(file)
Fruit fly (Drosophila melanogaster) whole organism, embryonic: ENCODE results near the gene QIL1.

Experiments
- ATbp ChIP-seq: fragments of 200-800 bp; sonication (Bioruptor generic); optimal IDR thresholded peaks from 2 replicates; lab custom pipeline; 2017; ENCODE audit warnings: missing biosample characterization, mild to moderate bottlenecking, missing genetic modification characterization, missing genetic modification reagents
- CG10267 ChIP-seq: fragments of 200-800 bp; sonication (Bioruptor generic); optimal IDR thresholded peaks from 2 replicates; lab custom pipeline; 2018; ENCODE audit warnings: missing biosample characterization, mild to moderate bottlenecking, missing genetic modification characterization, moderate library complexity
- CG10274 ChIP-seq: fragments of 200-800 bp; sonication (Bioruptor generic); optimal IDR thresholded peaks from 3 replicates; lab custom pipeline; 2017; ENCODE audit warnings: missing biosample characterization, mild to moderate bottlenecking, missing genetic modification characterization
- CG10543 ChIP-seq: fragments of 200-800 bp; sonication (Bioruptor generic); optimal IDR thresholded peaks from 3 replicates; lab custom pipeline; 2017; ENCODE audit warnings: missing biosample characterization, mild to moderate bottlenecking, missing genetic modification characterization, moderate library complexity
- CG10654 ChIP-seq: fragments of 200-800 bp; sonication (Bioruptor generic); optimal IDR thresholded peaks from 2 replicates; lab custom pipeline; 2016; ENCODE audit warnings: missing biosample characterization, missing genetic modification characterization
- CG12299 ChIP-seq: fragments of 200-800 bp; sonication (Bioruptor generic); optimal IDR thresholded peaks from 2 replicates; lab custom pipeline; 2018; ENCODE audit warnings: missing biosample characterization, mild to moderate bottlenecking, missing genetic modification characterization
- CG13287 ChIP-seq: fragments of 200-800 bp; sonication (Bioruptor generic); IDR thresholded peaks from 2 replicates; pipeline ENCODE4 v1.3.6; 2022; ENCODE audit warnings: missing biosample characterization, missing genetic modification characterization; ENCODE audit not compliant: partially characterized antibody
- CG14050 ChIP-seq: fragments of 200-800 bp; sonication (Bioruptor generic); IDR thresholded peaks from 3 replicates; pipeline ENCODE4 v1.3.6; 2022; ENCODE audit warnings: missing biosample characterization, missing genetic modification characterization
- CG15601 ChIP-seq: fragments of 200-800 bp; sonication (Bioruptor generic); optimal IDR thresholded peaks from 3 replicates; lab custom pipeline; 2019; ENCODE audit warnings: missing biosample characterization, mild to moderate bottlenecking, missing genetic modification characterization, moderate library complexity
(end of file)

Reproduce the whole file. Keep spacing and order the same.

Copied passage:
Fruit fly (Drosophila melanogaster) whole organism, embryonic: ENCODE results near the gene QIL1.

Experiments
- ATbp ChIP-seq: fragments of 200-800 bp; sonication (Bioruptor generic); optimal IDR thresholded peaks from 2 replicates; lab custom pipeline; 2017; ENCODE audit warnings: missing biosample characterization, mild to moderate bottlenecking, missing genetic modification characterization, missing genetic modification reagents
- CG10267 ChIP-seq: fragments of 200-800 bp; sonication (Bioruptor generic); optimal IDR thresholded peaks from 2 replicates; lab custom pipeline; 2018; ENCODE audit warnings: missing biosample characterization, mild to moderate bottlenecking, missing genetic modification characterization, moderate library complexity
- CG10274 ChIP-seq: fragments of 200-800 bp; sonication (Bioruptor generic); optimal IDR thresholded peaks from 3 replicates; lab custom pipeline; 2017; ENCODE audit warnings: missing biosample characterization, mild to moderate bottlenecking, missing genetic modification characterization
- CG10543 ChIP-seq: fragments of 200-800 bp; sonication (Bioruptor generic); optimal IDR thresholded peaks from 3 replicates; lab custom pipeline; 2017; ENCODE audit warnings: missing biosample characterization, mild to moderate bottlenecking, missing genetic modification characterization, moderate library complexity
- CG10654 ChIP-seq: fragments of 200-800 bp; sonication (Bioruptor generic); optimal IDR thresholded peaks from 2 replicates; lab custom pipeline; 2016; ENCODE audit warnings: missing biosample characterization, missing genetic modification characterization
- CG12299 ChIP-seq: fragments of 200-800 bp; sonication (Bioruptor generic); optimal IDR thresholded peaks from 2 replicates; lab custom pipeline; 2018; ENCODE audit warnings: missing biosample characterization, mild to moderate bottlenecking, missing genetic modification characterization
- CG13287 ChIP-seq: fragments of 200-800 bp; sonication (Bioruptor generic); IDR thresholded peaks from 2 replicates; pipeline ENCODE4 v1.3.6; 2022; ENCODE audit warnings: missing biosample characterization, missing genetic modification characterization; ENCODE audit not compliant: partially characterized antibody
- CG14050 ChIP-seq: fragments of 200-800 bp; sonication (Bioruptor generic); IDR thresholded peaks from 3 replicates; pipeline ENCODE4 v1.3.6; 2022; ENCODE audit warnings: missing biosample characterization, missing genetic modification characterization
- CG15601 ChIP-seq: fragments of 200-800 bp; sonication (Bioruptor generic); optimal IDR thresholded peaks from 3 replicates; lab custom pipeline; 2019; ENCODE audit warnings: missing biosample characterization, mild to moderate bottlenecking, missing genetic modification characterization, moderate library complexity